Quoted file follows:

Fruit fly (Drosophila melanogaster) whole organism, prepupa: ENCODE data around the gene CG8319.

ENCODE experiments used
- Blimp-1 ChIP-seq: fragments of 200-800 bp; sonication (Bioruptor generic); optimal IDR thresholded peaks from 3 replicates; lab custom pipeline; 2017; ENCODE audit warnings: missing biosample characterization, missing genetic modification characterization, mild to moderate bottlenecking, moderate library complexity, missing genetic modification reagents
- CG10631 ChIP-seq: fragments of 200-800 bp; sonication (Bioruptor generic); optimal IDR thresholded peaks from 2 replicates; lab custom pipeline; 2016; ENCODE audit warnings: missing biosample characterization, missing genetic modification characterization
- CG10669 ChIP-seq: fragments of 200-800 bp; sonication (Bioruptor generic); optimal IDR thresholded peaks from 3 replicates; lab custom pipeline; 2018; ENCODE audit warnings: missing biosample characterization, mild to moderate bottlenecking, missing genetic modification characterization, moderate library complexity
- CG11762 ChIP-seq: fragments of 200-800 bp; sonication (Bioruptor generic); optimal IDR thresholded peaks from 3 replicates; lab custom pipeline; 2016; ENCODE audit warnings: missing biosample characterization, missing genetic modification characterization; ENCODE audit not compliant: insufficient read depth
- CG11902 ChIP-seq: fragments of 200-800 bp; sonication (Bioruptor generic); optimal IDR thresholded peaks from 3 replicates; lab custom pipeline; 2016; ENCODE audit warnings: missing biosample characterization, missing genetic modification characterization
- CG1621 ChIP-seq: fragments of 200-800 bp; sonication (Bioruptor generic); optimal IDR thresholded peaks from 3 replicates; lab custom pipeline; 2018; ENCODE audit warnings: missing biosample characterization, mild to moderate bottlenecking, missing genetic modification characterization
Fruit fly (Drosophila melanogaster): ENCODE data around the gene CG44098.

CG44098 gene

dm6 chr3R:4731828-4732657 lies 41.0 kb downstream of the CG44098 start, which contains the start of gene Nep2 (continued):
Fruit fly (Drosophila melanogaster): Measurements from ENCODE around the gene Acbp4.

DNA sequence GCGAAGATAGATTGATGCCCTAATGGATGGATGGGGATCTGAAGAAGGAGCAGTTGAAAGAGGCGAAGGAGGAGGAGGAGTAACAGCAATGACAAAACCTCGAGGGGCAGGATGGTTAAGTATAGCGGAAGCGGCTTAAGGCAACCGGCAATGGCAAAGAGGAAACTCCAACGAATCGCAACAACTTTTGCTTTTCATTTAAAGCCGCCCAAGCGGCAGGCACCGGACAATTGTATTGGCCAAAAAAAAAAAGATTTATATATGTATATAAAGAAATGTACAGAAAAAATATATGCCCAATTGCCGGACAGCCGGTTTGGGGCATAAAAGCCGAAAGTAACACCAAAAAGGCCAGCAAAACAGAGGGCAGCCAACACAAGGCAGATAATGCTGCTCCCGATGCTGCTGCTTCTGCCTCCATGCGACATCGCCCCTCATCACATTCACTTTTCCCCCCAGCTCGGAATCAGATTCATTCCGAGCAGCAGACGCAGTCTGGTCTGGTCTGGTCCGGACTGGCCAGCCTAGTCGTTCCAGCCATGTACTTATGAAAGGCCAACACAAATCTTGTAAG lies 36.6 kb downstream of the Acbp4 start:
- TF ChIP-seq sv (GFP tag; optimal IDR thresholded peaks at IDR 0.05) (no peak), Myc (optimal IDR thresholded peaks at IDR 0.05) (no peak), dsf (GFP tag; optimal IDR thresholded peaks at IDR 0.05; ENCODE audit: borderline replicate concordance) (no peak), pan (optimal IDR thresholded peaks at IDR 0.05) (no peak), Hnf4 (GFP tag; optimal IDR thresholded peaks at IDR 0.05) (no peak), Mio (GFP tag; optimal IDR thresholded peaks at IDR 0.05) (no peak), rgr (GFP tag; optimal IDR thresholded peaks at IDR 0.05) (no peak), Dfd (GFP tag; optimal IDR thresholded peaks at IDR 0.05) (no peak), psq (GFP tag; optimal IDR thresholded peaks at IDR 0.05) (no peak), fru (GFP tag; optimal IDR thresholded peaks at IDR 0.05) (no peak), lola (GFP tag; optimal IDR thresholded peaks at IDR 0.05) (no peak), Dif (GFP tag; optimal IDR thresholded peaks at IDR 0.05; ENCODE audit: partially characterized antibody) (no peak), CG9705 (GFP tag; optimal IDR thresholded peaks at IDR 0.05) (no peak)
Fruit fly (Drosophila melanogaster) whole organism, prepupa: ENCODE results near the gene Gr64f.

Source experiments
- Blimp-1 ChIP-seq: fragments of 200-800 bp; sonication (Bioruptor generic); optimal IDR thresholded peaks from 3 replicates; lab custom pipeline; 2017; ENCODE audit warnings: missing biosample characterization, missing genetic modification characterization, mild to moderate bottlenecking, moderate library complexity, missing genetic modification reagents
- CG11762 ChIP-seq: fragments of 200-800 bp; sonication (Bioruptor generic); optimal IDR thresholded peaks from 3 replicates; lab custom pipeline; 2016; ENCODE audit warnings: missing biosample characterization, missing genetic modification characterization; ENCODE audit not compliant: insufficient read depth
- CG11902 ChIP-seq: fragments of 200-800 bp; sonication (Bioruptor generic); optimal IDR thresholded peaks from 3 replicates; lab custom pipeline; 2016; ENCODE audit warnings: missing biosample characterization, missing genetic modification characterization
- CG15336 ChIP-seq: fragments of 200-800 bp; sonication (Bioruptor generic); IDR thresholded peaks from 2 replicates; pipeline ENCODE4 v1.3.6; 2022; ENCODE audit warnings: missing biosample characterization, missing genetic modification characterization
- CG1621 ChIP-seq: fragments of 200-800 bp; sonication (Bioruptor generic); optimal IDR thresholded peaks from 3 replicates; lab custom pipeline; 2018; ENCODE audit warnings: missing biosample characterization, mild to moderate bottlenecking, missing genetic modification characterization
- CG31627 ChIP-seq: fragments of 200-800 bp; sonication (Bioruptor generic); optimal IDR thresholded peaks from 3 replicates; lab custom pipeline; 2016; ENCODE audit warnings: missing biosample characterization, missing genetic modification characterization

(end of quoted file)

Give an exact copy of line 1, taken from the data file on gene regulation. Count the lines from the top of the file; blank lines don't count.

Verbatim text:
Fruit fly (Drosophila melanogaster) whole organism, prepupa: ENCODE data around the gene CG8319.